Wednesday, July 24, 2013

Progress Report 47

An almost unbroken spell of sunshine for around three weeks has led to quite a few running sessions and more than a few spells of continuous running while we've had barbecues or simply lazed in the garden. However, I have also taken the opportunity to finish off a couple of jobs and spend some time trying to sort out others.

Loco No. 4 Bulkeley

As mentioned in Progress Report 46, I have been working steadily on scratchbuilding a body for loco No. 4 - Bulkeley, based loosely on the Southwold Railway No. 4, Wenhaston. This was my first venture into building a steam outline loco but I used the skills I had acquired in building the Fowler diesel and rolling stock such the the cattle wagons to construct her largely from plasticard (see How I constructed an 0-6-2T Manning Wardle locomotive). The build was fairly straightforward though I did run into an unforeseen problem when she developed wheelspin on what seemed like insignificant gradients. I eventually tracked this down to the lower end of the bracket supporting the valve gear which was rubbing on the track. This was solved through the addition of an upper support bracket.

For a while, I was uncertain as to the livery of the original Southwold Railway loco - there seemed to be some ambiguity in the books on the SR which suggested she was lined out in light and dark green and yet the photos of the loco I had unearthed show no evidence of lining. After making an enquiry with the Southwold Railway Trust, I discovered that when delivered from Manning Wardle, she was lined.................

....... but when she entered service she was painted in plain dark green livery which she retained throughout her working life. However, towards the end of her life, her livery faded and her works livery started showing through.

My model has now entered service on the Peckforton Light Railway and for the moment she is sporting the line's livery of Brunswick Green (or in her case, Rover Brooklands Green from a Halford's rattle can aerosol). I am trying to decide whether to line her out in gold as with the line's other locos or whether to leave her unlined as a homage to her Southwold origins. You'll notice that I've positioned the loco's number beneath the nameplate as in her Southwold days.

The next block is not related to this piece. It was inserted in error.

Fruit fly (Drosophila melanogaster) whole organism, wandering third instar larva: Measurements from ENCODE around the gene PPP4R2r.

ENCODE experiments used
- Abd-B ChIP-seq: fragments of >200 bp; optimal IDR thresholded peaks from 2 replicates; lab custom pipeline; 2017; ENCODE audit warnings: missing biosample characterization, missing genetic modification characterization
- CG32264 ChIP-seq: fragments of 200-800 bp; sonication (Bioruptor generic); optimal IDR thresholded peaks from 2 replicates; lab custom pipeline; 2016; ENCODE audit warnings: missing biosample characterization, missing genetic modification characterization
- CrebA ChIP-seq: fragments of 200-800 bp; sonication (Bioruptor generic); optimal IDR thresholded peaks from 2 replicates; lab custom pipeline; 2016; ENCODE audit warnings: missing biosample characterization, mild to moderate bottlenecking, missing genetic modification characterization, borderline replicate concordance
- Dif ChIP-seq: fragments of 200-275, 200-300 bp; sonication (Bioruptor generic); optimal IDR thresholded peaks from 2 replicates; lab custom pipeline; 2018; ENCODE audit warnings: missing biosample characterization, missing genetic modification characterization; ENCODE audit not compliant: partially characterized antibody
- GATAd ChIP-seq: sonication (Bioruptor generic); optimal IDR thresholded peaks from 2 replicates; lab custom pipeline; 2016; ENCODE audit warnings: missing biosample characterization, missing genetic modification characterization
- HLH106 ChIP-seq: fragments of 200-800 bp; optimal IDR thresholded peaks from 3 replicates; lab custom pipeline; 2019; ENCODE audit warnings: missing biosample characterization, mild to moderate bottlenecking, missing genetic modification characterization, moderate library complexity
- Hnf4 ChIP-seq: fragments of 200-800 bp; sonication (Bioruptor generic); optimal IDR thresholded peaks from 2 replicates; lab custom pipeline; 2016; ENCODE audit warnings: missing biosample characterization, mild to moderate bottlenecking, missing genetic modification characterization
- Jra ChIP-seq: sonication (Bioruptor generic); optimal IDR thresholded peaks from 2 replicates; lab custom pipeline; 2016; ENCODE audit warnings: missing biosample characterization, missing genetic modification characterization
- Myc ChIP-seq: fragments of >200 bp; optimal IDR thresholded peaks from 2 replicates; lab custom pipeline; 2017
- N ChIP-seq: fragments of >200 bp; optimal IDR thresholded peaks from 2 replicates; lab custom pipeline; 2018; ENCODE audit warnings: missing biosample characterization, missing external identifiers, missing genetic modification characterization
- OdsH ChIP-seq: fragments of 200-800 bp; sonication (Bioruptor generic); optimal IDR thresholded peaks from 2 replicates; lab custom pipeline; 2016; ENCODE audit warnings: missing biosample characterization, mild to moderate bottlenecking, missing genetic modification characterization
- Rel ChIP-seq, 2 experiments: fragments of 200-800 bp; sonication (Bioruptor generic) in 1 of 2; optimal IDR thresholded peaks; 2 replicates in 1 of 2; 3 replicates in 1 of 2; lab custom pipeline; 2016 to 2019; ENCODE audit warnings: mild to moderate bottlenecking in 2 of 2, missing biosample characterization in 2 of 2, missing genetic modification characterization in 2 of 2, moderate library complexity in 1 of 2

She also has acquired a bespoke driver, made from oven hardening clay. I wanted to represent a driver or fireman passing over a token or just leaning out to watch the loco's motion. He's reasonably detailed though it looks as if his face has met with an unfortunate collision somewhere down the line.

The loco was my first real venture into battery power and after a few teething troubles I am steadily being won over to this form of power. However, I am also upgrading my DCC powered fleet (see below) to improve their reliability.

Adding DIY Power buffers to DCC locos

As all my track-powered DCC locos are designed around LGB 0-4-0 motor blocks it's inevitable that they experience problems when running slowly over the plastic frogs of pointwork. Last year, I invested in a Massoth Power buffer and added this to one of the locos to evaluate its effectiveness (see Progress Report 37). I was extremely pleased with the outcome and vowed I would equip all my locos with one. Despite its relatively low cost (under £25), having retired, funds are not always readily available and so when I came across an article in the French railway modelling magazine, Voie Libre, explaining how a modeller had added his own power buffers to his 0n30 locos, I researched the subject and found out how it can be achieved for as little as £2.50 per loco (see How I added DIY Power Buffers to my Locos).

 All my track powered locos are now equipped with power-buffers and, because I was hard-pressed to find a suitable location for the buffer in my Fowler diesel, I adopted the technique used in the original article and added the capacitor to the footplate to represent an air cylinder.